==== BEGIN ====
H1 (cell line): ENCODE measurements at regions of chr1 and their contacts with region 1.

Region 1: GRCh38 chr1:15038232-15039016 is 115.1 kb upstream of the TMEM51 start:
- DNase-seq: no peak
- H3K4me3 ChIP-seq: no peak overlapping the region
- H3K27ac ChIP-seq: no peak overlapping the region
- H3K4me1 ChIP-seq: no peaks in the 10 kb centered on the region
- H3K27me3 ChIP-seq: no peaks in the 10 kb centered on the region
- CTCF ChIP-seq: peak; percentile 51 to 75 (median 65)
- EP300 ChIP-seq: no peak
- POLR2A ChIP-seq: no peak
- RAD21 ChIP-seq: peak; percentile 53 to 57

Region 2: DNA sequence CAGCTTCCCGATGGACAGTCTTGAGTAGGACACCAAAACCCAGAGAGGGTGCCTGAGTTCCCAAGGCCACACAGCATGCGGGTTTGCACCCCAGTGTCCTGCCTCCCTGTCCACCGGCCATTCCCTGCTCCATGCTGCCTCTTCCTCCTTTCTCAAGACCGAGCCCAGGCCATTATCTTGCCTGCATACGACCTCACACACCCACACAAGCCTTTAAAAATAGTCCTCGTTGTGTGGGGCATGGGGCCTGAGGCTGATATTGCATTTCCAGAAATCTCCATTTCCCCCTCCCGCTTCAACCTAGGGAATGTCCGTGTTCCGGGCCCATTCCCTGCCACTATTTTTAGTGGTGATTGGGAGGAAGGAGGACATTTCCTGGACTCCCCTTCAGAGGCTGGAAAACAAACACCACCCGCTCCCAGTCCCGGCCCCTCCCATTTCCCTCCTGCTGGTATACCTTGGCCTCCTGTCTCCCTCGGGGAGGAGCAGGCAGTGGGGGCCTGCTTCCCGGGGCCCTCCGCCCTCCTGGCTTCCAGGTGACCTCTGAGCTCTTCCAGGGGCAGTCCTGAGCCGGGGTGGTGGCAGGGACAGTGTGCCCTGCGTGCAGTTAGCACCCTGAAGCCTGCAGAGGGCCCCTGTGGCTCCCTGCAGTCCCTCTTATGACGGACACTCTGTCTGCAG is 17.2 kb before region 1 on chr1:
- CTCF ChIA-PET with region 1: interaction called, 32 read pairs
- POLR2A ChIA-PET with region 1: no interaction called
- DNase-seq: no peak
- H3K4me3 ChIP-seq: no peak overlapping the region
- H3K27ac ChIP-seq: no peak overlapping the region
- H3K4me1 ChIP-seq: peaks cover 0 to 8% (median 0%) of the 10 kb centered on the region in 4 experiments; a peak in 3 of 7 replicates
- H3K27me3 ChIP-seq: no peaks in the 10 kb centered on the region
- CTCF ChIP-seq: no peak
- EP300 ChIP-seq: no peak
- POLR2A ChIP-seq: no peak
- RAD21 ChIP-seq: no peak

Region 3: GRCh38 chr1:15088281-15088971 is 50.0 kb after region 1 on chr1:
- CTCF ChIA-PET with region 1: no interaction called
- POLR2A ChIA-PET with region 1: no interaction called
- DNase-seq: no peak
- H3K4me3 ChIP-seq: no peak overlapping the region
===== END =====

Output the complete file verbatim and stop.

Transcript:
H1 (cell line): ENCODE measurements at regions of chr1 and their contacts with region 1.

Region 1: GRCh38 chr1:15038232-15039016 is 115.1 kb upstream of the TMEM51 start:
- DNase-seq: no peak
- H3K4me3 ChIP-seq: no peak overlapping the region
- H3K27ac ChIP-seq: no peak overlapping the region
- H3K4me1 ChIP-seq: no peaks in the 10 kb centered on the region
- H3K27me3 ChIP-seq: no peaks in the 10 kb centered on the region
- CTCF ChIP-seq: peak; percentile 51 to 75 (median 65)
- EP300 ChIP-seq: no peak
- POLR2A ChIP-seq: no peak
- RAD21 ChIP-seq: peak; percentile 53 to 57

Region 2: DNA sequence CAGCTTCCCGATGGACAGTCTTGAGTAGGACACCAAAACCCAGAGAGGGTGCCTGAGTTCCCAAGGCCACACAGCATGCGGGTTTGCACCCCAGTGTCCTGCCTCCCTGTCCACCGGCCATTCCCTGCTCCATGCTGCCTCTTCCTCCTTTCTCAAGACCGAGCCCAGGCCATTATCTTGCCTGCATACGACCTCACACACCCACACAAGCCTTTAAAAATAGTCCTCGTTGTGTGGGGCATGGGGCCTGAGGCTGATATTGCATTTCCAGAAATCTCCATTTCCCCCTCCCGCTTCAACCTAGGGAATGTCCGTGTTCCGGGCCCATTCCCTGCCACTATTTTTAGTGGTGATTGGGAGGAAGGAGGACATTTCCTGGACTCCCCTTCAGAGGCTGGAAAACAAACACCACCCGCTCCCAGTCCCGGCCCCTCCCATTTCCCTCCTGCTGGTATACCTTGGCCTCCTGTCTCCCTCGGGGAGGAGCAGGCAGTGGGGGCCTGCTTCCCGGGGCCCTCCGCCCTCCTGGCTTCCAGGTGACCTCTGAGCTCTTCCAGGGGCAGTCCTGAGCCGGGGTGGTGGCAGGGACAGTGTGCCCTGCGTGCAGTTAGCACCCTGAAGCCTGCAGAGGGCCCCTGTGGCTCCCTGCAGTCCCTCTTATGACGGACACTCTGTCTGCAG is 17.2 kb before region 1 on chr1:
- CTCF ChIA-PET with region 1: interaction called, 32 read pairs
- POLR2A ChIA-PET with region 1: no interaction called
- DNase-seq: no peak
- H3K4me3 ChIP-seq: no peak overlapping the region
- H3K27ac ChIP-seq: no peak overlapping the region
- H3K4me1 ChIP-seq: peaks cover 0 to 8% (median 0%) of the 10 kb centered on the region in 4 experiments; a peak in 3 of 7 replicates
- H3K27me3 ChIP-seq: no peaks in the 10 kb centered on the region
- CTCF ChIP-seq: no peak
- EP300 ChIP-seq: no peak
- POLR2A ChIP-seq: no peak
- RAD21 ChIP-seq: no peak

Region 3: GRCh38 chr1:15088281-15088971 is 50.0 kb after region 1 on chr1:
- CTCF ChIA-PET with region 1: no interaction called
- POLR2A ChIA-PET with region 1: no interaction called
- DNase-seq: no peak
- H3K4me3 ChIP-seq: no peak overlapping the region